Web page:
All recombinant (HQ)5-HaloTag fusion proteins and (HQ)5-HaloTag alone were expressed in BL21 (DE3) pLysS cells. When OD600nm reached 0.6 to 0.8, expression was induced by addition of 0.5 mM isopropyl β-D-1-thiogalactopyranoside (IPTG) at 20 to 25°C for 4 hours or at 18°C overnight. 150 μM ZnCl2 was supplemented into the media after induction. The cell pellets were resuspended in 30 mM HEPES, 500 mM NaCl, pH 7.4, with 1 mM dithiotheritol (DTT), 1 mM phenylmethylsulfonyl fluoride (PMSF), 10 μg/ml leupeptin, 10 μg/ml aprotinin and 1 mg/ml lysozyme. After agitation at 4°C for 30 min, the cell resuspension was further lysed by three mild sonication cycles (20% amplitude; 5 s on; 5 s off; 1 min total per sonication cycle) with 1/4″ probe (Thermo Fisher). Clarified lysate supernatant was incubated with Ni-NTA resin (GE Life Sciences) in batches for 2 h, 4°C. Resin-bound proteins were washed three times with 30 mM HEPES, 150 mM NaCl, 20 mM imidazole, pH 7.4, followed by batch elution with 30 mM HEPES, 150 mM NaCl, 300 mM imidazole, pH 7.4. Eluents were dialyzed into 30 mM HEPES, 150 mM NaCl, pH 7.4, supplemented with 3 mM DTT and up to 10% (v/v) glycerol. After being concentrated in 10 kDa molecular weight cut-off (MWCO) Amicon (Millipore), protein was quantified by Bradford assay and analyzed on 12% SDS-PAGE followed by Coomassie staining to check protein purity and integrity (Additional file 1: Figure S1A). Proteins were aliquoted and stored at -80°C.

Combinatorial PTM histone peptide microarray synthesis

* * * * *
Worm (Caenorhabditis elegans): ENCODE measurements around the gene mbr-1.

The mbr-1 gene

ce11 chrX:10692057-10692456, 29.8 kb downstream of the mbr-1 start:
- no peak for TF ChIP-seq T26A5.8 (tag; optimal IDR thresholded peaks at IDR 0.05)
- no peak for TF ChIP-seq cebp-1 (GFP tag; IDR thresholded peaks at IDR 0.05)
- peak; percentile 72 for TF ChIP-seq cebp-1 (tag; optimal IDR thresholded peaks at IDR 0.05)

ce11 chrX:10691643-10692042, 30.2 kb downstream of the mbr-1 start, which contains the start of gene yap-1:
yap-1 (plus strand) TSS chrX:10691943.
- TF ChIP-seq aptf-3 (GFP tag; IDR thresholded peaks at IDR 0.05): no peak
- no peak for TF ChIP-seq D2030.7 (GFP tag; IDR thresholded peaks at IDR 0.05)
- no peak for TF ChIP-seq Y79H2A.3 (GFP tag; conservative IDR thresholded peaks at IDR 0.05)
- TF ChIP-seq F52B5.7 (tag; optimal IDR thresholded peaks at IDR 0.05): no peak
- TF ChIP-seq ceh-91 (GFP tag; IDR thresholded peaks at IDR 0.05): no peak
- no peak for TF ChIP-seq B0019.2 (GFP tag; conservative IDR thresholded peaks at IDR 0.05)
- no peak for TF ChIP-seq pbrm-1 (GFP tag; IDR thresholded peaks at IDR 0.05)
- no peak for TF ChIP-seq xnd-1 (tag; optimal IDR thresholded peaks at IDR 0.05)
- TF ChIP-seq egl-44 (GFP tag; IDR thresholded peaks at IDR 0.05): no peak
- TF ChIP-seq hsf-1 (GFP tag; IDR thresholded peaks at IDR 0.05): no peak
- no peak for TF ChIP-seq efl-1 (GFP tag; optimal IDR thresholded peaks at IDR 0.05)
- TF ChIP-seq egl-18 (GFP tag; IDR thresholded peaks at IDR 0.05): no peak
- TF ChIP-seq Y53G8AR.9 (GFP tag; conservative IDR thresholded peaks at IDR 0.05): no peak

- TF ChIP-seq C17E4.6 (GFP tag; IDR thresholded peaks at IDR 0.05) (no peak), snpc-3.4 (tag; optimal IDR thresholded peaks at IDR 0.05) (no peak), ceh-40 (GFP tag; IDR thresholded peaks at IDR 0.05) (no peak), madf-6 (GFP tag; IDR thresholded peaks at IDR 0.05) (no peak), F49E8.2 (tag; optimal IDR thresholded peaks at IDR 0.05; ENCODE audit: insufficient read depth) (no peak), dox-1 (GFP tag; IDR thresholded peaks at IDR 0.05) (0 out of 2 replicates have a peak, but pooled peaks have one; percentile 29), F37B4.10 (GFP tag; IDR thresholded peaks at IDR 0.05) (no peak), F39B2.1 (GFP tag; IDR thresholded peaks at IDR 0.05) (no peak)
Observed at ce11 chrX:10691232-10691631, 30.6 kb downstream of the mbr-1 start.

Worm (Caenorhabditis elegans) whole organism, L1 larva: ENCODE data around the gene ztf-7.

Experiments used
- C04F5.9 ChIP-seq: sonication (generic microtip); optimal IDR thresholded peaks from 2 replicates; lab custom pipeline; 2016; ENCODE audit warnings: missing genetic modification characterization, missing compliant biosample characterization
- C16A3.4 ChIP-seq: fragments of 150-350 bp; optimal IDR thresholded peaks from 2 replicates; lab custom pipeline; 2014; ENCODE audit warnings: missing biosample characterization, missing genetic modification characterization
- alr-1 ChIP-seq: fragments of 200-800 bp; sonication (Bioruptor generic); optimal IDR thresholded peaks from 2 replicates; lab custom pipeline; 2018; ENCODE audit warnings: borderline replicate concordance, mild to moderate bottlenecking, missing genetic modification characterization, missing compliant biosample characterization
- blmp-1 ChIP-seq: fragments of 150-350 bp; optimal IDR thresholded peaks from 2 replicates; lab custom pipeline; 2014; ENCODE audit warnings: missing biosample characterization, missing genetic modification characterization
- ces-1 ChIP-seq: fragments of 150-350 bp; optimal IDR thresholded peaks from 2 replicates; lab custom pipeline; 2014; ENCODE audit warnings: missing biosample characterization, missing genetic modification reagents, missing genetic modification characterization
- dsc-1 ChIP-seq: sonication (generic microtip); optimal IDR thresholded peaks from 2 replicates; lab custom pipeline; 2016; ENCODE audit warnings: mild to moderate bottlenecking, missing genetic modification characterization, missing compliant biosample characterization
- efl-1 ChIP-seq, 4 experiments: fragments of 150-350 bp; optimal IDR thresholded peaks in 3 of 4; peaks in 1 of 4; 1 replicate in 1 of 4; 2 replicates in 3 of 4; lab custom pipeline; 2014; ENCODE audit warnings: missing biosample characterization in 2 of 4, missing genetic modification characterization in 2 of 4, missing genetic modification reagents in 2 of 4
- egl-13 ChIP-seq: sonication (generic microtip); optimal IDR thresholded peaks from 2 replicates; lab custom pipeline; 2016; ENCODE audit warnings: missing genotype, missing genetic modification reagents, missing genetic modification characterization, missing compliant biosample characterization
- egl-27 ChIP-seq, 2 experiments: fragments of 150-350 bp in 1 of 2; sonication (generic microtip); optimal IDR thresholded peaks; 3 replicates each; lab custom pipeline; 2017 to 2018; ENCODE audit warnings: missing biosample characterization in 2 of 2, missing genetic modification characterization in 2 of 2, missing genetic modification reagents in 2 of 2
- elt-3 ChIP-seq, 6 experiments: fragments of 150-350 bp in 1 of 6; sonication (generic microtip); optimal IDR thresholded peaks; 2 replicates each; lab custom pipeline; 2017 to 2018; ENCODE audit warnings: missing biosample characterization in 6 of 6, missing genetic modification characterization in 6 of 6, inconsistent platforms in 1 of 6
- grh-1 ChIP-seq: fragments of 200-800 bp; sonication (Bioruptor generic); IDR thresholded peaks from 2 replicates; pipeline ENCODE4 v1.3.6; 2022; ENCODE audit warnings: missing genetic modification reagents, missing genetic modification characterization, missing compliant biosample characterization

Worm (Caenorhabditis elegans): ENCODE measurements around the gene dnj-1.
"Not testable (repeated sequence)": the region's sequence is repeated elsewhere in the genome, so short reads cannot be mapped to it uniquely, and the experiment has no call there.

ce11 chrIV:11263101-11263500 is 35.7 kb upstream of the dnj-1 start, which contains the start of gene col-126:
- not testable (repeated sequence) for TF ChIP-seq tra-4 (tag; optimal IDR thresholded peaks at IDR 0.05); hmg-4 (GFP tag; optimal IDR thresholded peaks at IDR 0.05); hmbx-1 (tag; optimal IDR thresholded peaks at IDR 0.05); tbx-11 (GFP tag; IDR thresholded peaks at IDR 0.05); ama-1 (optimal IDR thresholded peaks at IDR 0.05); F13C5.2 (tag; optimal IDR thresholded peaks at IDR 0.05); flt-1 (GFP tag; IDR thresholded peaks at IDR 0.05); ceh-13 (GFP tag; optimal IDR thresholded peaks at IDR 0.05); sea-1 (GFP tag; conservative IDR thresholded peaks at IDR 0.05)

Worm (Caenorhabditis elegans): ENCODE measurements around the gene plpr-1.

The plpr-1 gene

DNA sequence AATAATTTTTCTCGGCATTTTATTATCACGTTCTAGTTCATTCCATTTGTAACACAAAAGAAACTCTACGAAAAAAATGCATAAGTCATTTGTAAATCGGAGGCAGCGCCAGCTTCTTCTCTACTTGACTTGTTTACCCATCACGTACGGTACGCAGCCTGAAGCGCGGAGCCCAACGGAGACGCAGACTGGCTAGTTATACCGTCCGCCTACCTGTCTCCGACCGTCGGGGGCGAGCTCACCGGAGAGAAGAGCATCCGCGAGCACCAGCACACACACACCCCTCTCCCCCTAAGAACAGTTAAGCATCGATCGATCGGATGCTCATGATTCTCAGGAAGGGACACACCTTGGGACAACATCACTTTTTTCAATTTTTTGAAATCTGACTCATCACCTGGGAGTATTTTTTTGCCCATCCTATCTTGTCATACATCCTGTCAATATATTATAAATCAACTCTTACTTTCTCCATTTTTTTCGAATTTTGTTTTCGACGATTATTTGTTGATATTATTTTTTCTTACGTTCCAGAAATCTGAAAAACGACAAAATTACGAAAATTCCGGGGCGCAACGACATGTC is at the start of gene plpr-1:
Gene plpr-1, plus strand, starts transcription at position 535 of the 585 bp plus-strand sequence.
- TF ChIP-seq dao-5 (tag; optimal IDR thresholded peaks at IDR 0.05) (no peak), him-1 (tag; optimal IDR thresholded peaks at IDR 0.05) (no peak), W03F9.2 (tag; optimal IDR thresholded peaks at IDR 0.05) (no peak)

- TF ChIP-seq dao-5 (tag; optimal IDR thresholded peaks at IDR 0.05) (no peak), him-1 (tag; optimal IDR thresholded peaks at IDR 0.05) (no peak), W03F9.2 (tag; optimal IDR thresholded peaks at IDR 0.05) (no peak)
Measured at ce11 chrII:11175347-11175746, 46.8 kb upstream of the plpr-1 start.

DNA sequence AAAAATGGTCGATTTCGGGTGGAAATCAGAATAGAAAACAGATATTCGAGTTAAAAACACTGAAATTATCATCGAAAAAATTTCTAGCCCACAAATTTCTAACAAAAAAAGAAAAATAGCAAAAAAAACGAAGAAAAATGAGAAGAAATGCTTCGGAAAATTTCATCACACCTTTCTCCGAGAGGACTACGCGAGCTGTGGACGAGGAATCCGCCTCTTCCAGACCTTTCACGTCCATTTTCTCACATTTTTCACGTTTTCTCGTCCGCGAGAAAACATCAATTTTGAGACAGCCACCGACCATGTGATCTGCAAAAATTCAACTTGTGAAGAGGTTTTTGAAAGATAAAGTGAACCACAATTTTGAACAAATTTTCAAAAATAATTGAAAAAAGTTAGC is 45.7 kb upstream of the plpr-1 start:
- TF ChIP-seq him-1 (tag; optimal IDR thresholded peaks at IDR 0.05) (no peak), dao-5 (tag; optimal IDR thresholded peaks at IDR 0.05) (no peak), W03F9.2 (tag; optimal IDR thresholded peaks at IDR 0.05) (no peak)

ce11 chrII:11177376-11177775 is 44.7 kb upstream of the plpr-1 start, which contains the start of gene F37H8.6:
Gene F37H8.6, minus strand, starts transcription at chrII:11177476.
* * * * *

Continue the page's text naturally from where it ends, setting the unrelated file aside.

Peptides were synthesized on modified cellulose with a Respep SL automated synthesizer (Intavis AG, Köln, Germany). A spotting control cellulose-Cy3 dye conjugate was created by simply removing Fmoc from the celluspot and coupling Cy3 (Lumiprobe, corp.). A blank celluspot control was created by deprotecting the Fmoc of the spot and subjecting the paper to the dissolution conditions. For peptides, the initial coupling consisted of equimolar amounts of Fmoc-Ala-OH and Boc-Ala-OH to decrease resin loading and improve synthesis quality. Each synthesis included peptides with an acid cleavable rink linker for quality assessment by HPLC and mass spectrometry (Additional file 12: Table S2). A 20-atom polyethylene linker (PE) was also included (Novabiochem), which improved synthesis and protein binding in the array. A streptavidin control was created by coupling Fmoc-Glu-(biotinyl-PEG)-OH (Novabiochem). Standard Fmoc/tBu chemistry was used to create the 13-amino-acid peptides. Peptide PTMs were introduced as suitably protected monomers, as described previously [24]. On completion of the synthesis, the side chain protecting groups were removed with 82.5% trifluoroacetic acid (TFA): 5% thioanisole: 5% water: 5% saturated phenol in dichloromethane: 2.5% ethane dithiol for 90 minutes (150 μl per spot). The solution was removed and replaced with 250 μl of 88.5% TFA, 4% trifluoromethanesulfonic acid, 2.5% triisopropylsilane, 5% water and agitated gently overnight to dissolve the cellulose. Peptide cellulose conjugates were precipitated twice with cold diethyl ether, allowed to dry for several minutes, and redissolved into 100 μl dimethyl sulfoxide (DMSO).